U.S. District Court for the Eastern District of New York Issues Important Opinion on the Inapplicability of Title III of the Americans with Disabilities Act to Consumer-Facing Websites

ADA Title III Litigation & Compliance

In Winegard v. Newsday LLC, No. 19-CV-04420(EK)(RER) (E.D.N.Y. August 16, 2021), the Honorable Eric R. Komitee held that a website does not constitute a “place of public accommodation” under Title III of the Americans with Disabilities Act (“ADA”) and granted Newsday’s motion to dismiss. The decision is a first of its kind by a New York federal court, and it goes against several district court decisions to the contrary. Nevertheless, the court’s well-reasoned and meticulous analysis could be adopted by other judges in the Southern and Eastern districts, which have been hotbeds for abusive website accessibility shakedown lawsuits.


Congress passed the ADA in 1990 and amended it in 2008. “[T]he ADA forbids discrimination against disabled individuals in major areas of public life, among them employment (Title I of the Act), public services (Title II), and public accommodations (Title III).” PGA Tour, Inc. v. Martin, 532 U.S. 661, 675, 121 S.Ct. 1879, 149 L.Ed.2d 904 (2001). Under Title III, “[n]o individual shall be discriminated against on the basis of disability in the full and equal enjoyment of the goods, services, facilities, privileges, advantages, or accommodations of any place of public accommodation by any person who owns, leases (or leases to), or operates a place of public accommodation.” 42 U.S.C. § 12182(a) (emphasis added).

In the 12 subparagraphs in Section 12181(7), Congress provided an expansive list of physical locations, which are “public accommodations.” The list covers most types of physical locations where individuals may find themselves. Notably, the list does not include websites. Only two circuit courts have been presented with the issue of whether a website is a place of public accommodation under Title III of the ADA.

In Robles v. Domino’s Pizza, LLC, 913 F.3d 898 (9th Cir.), cert. denied, ––– U.S. ––––, 140 S. Ct. 122, 205 L.Ed.2d 41 (2019), the Ninth Circuit expressly avoided the issue of whether a website was itself a public accommodation (id. at 905 n.6), and instead embraced a “nexus” standard; holding that the ADA applied to Dominos website and app only because they “connected customers to the goods and services of Domino’s physical restaurants.” Id. at 905. In contrast, this past April, in Gil v. Winn-Dixie Stores, Inc., 993 F.3d 1266 (11th Cir. 2021), the Eleventh Circuit directly addressed the issue and held that the statutory language defining “public accommodations” was unambiguous and clear—it describes 12 types of locations, all of which were tangible, physical places. No intangible places or spaces, such as websites, are listed. The Winn-Dixie court thus concluded that “pursuant to the plain language of Title III of the ADA, public accommodations are limited to actual, physical places,” and websites did not qualify. Id. at 1277.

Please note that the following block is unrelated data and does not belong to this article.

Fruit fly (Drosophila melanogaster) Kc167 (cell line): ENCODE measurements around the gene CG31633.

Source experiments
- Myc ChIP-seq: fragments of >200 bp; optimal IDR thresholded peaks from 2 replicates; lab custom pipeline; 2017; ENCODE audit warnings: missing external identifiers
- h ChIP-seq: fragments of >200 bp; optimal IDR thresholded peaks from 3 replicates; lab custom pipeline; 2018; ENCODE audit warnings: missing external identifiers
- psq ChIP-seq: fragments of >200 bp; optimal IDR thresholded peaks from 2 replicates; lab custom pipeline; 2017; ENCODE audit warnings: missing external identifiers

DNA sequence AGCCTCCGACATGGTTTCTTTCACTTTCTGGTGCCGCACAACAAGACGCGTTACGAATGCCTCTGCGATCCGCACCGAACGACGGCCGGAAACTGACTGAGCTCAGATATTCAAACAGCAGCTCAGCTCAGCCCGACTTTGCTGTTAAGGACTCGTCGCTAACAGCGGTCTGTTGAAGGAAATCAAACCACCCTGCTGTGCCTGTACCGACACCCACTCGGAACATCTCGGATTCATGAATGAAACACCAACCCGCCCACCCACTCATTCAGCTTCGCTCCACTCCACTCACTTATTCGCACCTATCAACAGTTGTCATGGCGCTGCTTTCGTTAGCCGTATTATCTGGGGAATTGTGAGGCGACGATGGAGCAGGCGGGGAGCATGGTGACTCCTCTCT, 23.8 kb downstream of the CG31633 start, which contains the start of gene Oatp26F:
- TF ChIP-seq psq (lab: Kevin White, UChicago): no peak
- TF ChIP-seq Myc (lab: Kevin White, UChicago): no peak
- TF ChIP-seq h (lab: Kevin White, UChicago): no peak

The Second Circuit has never squarely resolved the question of whether a website constitutes a “place of public accommodation.” But several district court judges within the circuit have opined that websites themselves were places of public accommodation under the ADA. See, e.g., Nat’l Fed’n of the Blind v. Scribd Inc., 97 F.Supp.3d 565, (D. Vt. 2015) (Title III of the ADA covers the website of a company without any physical locations); Markett v. Five Guys Enterprises LLC, No. 17-CV-788 (KBF), 2017 WL 5054568, at *2 (S.D.N.Y. July 21, 2017) (“[T]he text and purposes of the ADA, as well as the breadth of federal appellate decisions, suggest that defendant's website is covered under the ADA, either as its own place of public accommodation or as a result of its close relationship as a service of defendant's restaurants, which indisputably are public accommodation under the statute.”); Andrews v. Blick Art Materials, LLC, 268 F. Supp. 3d 381 (E.D.N.Y. 2017) (“It is unambiguous that under Title III of the ADA, is a place of public accommodation.”). While several New York federal judges have dismissed ADA website lawsuits on various grounds, prior to Winegard, no New York federal courts have directly held that the ADA does not apply to websites.

The Winegard v. Newsday Decision

Winegard involved a deaf plaintiff alleging that he visited Newsday’s website to watch various videos but was unable to view them because the videos lacked closed captioning. The complaint alleged that Newsday’s failure to provide closed captions for the benefit of deaf people violated the ADA.

Recognizing that he was not bound by the district court cases extending the application of the ADA to websites, Judge Komitee carefully analyzed the ADA’s text and context as well as the history of the term “place of public accommodation.” Applying strict constructionism, the court concluded that by its plain language, the ADA excludes websites of businesses with no public-facing, physical retail operations from the definition of public accommodations.